BRYANT, (KTHV) - Imagine surfing the web on your laptop at home when all of a sudden your computer is locked by the FBI. It happened to one Bryant couple, but the feds weren't the ones who wanted their money or information.

Hackers took over Jim and Sandy Pollnow's computer demanding hundreds of dollars before they would release it, even turning on the laptop's webcam to show their faces. It's a virus computer specialists said is spreading fast.

Jim Pollnow runs his business from his laptop at home but last week, his daily routine came to screeching halt.

"I was just working along on my computer here, and all of a sudden a screen popped up on me, and it said your computer has been blocked," described Pollnow.

What looked like a federal notice with the FBI logo claimed Pollnow had inappropriate activity on his laptop including child pornography and illegal downloading. The notice said his computer would be locked until he went to one of twelve stores listed, bought a money pack for $200 and entered the code into the computer.

Pollnow shut down his computer, but once he restarted it the same notice popped up again. This time, the notice came from homeland security making the same accusations except this time asking for a $400 money pack.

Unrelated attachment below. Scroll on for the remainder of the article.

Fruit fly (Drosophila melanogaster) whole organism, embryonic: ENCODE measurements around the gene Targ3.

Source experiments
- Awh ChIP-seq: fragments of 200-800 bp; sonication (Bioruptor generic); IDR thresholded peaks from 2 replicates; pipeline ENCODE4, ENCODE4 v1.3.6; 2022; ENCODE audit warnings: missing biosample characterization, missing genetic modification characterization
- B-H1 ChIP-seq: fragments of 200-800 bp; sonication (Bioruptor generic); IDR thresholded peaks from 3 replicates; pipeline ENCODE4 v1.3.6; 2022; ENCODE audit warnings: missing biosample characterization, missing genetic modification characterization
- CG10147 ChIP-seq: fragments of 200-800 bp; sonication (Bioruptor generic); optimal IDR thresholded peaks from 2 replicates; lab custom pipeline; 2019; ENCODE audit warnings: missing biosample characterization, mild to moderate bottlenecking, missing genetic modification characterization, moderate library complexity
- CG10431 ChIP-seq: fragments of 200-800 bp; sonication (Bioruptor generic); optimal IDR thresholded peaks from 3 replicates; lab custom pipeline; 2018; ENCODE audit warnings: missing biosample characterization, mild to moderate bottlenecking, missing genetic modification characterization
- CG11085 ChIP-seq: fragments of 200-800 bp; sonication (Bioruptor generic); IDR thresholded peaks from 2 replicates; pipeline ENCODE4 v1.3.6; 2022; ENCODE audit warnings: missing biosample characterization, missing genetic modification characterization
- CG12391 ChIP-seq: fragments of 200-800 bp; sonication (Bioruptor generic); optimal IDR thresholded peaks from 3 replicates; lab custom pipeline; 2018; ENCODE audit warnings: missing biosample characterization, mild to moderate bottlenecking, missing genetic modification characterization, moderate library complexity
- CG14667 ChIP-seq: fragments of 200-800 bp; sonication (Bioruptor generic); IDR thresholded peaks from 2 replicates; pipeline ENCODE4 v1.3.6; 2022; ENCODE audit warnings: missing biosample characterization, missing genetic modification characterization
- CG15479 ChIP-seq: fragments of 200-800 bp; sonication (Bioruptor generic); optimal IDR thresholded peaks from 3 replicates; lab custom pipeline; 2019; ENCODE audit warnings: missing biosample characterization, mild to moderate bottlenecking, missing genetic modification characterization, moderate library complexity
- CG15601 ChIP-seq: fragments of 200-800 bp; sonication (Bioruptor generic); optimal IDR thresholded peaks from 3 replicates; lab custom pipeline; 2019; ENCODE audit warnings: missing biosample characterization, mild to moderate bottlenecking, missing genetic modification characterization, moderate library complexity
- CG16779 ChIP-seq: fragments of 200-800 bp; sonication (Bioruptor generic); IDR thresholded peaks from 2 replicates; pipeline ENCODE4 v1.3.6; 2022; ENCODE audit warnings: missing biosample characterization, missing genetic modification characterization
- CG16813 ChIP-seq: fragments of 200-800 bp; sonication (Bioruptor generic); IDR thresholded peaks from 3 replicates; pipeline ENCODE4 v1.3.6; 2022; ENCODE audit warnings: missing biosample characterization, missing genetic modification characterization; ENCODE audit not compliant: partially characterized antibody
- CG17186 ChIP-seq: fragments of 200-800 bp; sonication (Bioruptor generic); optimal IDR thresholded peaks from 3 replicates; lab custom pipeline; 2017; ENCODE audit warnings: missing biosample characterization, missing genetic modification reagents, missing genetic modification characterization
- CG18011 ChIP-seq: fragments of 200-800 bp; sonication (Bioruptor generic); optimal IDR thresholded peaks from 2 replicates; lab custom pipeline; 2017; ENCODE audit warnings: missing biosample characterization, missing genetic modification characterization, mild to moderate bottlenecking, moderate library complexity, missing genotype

"My computer would be reformatted if I did not do this within 48 hours, and I thought if I was really in trouble, they wouldn't want to reformat my computer. They would want that as evidence," explained Pollnow.

After confirming with the FBI and local police that the block was a scam, Pollnow needed his laptop repaired.

"This year we feel is going to be one of the worst years ever for viruses," said Kelly Bergin, owner of Your Computer People in Bryant.

Bergin said Pollnow isn't the first victim to come into her store over the last few weeks, but others have actually fallen for the scam.

"It is a bad virus. It does take over your operating system. It does need to be brought into a computer shop as soon as you receive that notice. It can be fixed, and you haven't lost all your data," said Bergin.

"It took her, she said, about 8 hours to fix it because it was that bad, and they do this all the time," said Pollnow.

Pollnow has his computer back but hopes the virus that took it over doesn't return.
"It's scary, you know. What else can they do to me? Get in my bank account? Can they get into my personal stuff? My business? It's scary," said Pollnow.

Bergin explained that the virus likely made it onto Pollnow's computer through an email, though they can't tell which one. Experts believe the hackers are working from overseas, and Pollnow said law enforcement told him they can't be prosecuted since they are out of the U.S. Jurisdiction.

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